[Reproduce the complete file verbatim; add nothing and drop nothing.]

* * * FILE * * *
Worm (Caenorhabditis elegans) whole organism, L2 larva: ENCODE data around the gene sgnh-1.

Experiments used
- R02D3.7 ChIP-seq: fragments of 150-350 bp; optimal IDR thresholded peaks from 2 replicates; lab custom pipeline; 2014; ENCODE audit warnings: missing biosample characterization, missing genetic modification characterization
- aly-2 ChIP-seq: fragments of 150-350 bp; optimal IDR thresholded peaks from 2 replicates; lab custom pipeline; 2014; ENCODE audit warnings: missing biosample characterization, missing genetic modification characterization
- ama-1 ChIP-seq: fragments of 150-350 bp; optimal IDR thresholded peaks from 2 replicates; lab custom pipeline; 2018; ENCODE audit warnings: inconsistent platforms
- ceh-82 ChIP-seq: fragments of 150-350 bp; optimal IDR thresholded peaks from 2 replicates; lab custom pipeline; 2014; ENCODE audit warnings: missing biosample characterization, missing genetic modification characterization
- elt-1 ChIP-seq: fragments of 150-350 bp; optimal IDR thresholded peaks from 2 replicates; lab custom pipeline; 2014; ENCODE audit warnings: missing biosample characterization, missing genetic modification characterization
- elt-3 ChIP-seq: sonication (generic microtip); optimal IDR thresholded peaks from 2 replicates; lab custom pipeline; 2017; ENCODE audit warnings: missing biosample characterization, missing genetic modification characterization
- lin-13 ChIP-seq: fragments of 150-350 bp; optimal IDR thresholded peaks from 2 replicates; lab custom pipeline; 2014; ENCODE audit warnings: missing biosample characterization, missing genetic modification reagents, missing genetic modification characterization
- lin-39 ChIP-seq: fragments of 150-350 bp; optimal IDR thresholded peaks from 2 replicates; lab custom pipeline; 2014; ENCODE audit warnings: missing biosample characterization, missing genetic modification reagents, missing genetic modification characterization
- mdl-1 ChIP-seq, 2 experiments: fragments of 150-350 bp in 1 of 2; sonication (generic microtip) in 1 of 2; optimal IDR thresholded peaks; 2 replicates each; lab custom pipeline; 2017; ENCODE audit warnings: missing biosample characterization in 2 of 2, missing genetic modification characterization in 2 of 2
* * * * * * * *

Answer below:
Worm (Caenorhabditis elegans) whole organism, L2 larva: ENCODE data around the gene sgnh-1.

Experiments used
- R02D3.7 ChIP-seq: fragments of 150-350 bp; optimal IDR thresholded peaks from 2 replicates; lab custom pipeline; 2014; ENCODE audit warnings: missing biosample characterization, missing genetic modification characterization
- aly-2 ChIP-seq: fragments of 150-350 bp; optimal IDR thresholded peaks from 2 replicates; lab custom pipeline; 2014; ENCODE audit warnings: missing biosample characterization, missing genetic modification characterization
- ama-1 ChIP-seq: fragments of 150-350 bp; optimal IDR thresholded peaks from 2 replicates; lab custom pipeline; 2018; ENCODE audit warnings: inconsistent platforms
- ceh-82 ChIP-seq: fragments of 150-350 bp; optimal IDR thresholded peaks from 2 replicates; lab custom pipeline; 2014; ENCODE audit warnings: missing biosample characterization, missing genetic modification characterization
- elt-1 ChIP-seq: fragments of 150-350 bp; optimal IDR thresholded peaks from 2 replicates; lab custom pipeline; 2014; ENCODE audit warnings: missing biosample characterization, missing genetic modification characterization
- elt-3 ChIP-seq: sonication (generic microtip); optimal IDR thresholded peaks from 2 replicates; lab custom pipeline; 2017; ENCODE audit warnings: missing biosample characterization, missing genetic modification characterization
- lin-13 ChIP-seq: fragments of 150-350 bp; optimal IDR thresholded peaks from 2 replicates; lab custom pipeline; 2014; ENCODE audit warnings: missing biosample characterization, missing genetic modification reagents, missing genetic modification characterization
- lin-39 ChIP-seq: fragments of 150-350 bp; optimal IDR thresholded peaks from 2 replicates; lab custom pipeline; 2014; ENCODE audit warnings: missing biosample characterization, missing genetic modification reagents, missing genetic modification characterization
- mdl-1 ChIP-seq, 2 experiments: fragments of 150-350 bp in 1 of 2; sonication (generic microtip) in 1 of 2; optimal IDR thresholded peaks; 2 replicates each; lab custom pipeline; 2017; ENCODE audit warnings: missing biosample characterization in 2 of 2, missing genetic modification characterization in 2 of 2